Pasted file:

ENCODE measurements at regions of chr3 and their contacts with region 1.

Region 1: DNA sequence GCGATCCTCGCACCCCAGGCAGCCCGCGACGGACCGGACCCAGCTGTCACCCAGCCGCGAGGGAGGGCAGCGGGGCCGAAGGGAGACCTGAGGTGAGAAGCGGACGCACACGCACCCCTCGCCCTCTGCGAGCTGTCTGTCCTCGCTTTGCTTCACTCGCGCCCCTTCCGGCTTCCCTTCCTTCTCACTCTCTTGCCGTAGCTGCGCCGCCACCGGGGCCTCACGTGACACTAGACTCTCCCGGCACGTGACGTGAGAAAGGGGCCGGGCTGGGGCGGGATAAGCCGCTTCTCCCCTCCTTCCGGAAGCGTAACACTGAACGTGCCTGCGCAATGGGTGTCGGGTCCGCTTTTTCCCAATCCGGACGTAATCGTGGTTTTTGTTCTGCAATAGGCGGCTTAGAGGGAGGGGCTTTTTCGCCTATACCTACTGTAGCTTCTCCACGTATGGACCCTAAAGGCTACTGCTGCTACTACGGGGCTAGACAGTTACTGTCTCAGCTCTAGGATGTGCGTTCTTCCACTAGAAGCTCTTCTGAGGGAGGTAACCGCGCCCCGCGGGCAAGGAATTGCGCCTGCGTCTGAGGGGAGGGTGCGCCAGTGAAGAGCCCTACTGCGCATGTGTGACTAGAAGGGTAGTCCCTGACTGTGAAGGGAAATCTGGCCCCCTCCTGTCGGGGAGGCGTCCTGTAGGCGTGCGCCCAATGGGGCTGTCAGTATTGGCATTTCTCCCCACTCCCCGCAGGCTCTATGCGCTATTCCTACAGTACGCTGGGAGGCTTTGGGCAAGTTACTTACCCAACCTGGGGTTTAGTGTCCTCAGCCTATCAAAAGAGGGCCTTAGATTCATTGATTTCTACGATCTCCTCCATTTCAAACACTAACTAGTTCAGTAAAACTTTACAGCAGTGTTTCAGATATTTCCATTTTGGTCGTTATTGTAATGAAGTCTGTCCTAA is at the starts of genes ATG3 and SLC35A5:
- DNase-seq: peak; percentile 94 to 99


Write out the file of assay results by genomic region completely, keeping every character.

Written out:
ENCODE measurements at regions of chr3 and their contacts with region 1.

Region 1: DNA sequence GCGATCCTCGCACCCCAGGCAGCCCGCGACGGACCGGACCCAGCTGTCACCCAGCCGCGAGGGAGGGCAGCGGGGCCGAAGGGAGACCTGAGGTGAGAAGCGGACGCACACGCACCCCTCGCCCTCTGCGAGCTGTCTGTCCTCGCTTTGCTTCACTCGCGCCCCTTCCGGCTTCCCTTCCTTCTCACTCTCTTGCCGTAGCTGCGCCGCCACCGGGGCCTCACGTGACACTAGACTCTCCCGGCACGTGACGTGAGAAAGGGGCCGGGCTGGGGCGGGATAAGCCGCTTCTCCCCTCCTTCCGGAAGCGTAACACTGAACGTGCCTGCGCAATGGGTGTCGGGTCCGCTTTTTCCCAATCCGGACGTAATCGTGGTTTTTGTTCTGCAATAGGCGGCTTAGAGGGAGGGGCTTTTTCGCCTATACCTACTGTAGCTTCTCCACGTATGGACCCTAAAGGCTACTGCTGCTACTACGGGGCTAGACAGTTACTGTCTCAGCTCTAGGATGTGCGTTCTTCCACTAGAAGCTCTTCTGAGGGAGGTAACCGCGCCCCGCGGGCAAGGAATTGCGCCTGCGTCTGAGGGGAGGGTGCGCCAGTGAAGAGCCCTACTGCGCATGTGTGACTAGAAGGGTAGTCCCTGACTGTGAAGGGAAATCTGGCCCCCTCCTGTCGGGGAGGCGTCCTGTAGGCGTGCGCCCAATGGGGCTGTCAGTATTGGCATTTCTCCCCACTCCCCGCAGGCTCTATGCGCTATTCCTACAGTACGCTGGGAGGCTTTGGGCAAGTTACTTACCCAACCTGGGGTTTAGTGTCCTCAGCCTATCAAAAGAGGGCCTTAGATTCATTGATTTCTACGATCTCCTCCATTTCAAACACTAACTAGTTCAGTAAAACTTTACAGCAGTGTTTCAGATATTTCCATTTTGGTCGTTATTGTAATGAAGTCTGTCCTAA is at the starts of genes ATG3 and SLC35A5:
- DNase-seq: peak; percentile 94 to 99